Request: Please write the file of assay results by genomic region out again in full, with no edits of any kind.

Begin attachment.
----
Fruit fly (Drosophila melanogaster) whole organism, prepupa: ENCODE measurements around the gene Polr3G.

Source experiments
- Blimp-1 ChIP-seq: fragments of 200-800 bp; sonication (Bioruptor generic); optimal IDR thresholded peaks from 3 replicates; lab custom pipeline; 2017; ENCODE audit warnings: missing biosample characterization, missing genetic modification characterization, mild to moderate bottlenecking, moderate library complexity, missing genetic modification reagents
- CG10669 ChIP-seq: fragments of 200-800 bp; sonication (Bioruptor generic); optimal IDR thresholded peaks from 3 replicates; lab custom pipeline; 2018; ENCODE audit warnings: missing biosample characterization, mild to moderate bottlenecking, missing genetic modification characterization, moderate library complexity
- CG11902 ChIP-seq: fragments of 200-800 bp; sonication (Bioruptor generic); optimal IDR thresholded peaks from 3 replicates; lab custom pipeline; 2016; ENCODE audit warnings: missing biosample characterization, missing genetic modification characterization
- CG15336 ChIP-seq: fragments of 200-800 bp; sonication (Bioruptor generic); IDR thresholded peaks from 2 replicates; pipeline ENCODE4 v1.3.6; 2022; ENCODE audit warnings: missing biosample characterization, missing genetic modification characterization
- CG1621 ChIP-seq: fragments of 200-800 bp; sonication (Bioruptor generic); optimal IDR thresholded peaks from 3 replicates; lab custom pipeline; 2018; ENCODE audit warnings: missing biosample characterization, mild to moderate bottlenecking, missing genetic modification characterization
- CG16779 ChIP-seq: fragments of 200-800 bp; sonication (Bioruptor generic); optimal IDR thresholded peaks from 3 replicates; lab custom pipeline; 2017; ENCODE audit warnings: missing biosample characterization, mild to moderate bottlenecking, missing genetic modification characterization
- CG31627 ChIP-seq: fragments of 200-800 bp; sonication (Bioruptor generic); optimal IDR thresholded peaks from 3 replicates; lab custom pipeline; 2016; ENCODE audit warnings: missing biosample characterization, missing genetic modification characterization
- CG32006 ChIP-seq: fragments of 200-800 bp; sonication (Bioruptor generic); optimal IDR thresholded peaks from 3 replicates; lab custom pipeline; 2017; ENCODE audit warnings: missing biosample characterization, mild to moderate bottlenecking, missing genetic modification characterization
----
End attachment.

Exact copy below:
Fruit fly (Drosophila melanogaster) whole organism, prepupa: ENCODE measurements around the gene Polr3G.

Source experiments
- Blimp-1 ChIP-seq: fragments of 200-800 bp; sonication (Bioruptor generic); optimal IDR thresholded peaks from 3 replicates; lab custom pipeline; 2017; ENCODE audit warnings: missing biosample characterization, missing genetic modification characterization, mild to moderate bottlenecking, moderate library complexity, missing genetic modification reagents
- CG10669 ChIP-seq: fragments of 200-800 bp; sonication (Bioruptor generic); optimal IDR thresholded peaks from 3 replicates; lab custom pipeline; 2018; ENCODE audit warnings: missing biosample characterization, mild to moderate bottlenecking, missing genetic modification characterization, moderate library complexity
- CG11902 ChIP-seq: fragments of 200-800 bp; sonication (Bioruptor generic); optimal IDR thresholded peaks from 3 replicates; lab custom pipeline; 2016; ENCODE audit warnings: missing biosample characterization, missing genetic modification characterization
- CG15336 ChIP-seq: fragments of 200-800 bp; sonication (Bioruptor generic); IDR thresholded peaks from 2 replicates; pipeline ENCODE4 v1.3.6; 2022; ENCODE audit warnings: missing biosample characterization, missing genetic modification characterization
- CG1621 ChIP-seq: fragments of 200-800 bp; sonication (Bioruptor generic); optimal IDR thresholded peaks from 3 replicates; lab custom pipeline; 2018; ENCODE audit warnings: missing biosample characterization, mild to moderate bottlenecking, missing genetic modification characterization
- CG16779 ChIP-seq: fragments of 200-800 bp; sonication (Bioruptor generic); optimal IDR thresholded peaks from 3 replicates; lab custom pipeline; 2017; ENCODE audit warnings: missing biosample characterization, mild to moderate bottlenecking, missing genetic modification characterization
- CG31627 ChIP-seq: fragments of 200-800 bp; sonication (Bioruptor generic); optimal IDR thresholded peaks from 3 replicates; lab custom pipeline; 2016; ENCODE audit warnings: missing biosample characterization, missing genetic modification characterization
- CG32006 ChIP-seq: fragments of 200-800 bp; sonication (Bioruptor generic); optimal IDR thresholded peaks from 3 replicates; lab custom pipeline; 2017; ENCODE audit warnings: missing biosample characterization, mild to moderate bottlenecking, missing genetic modification characterization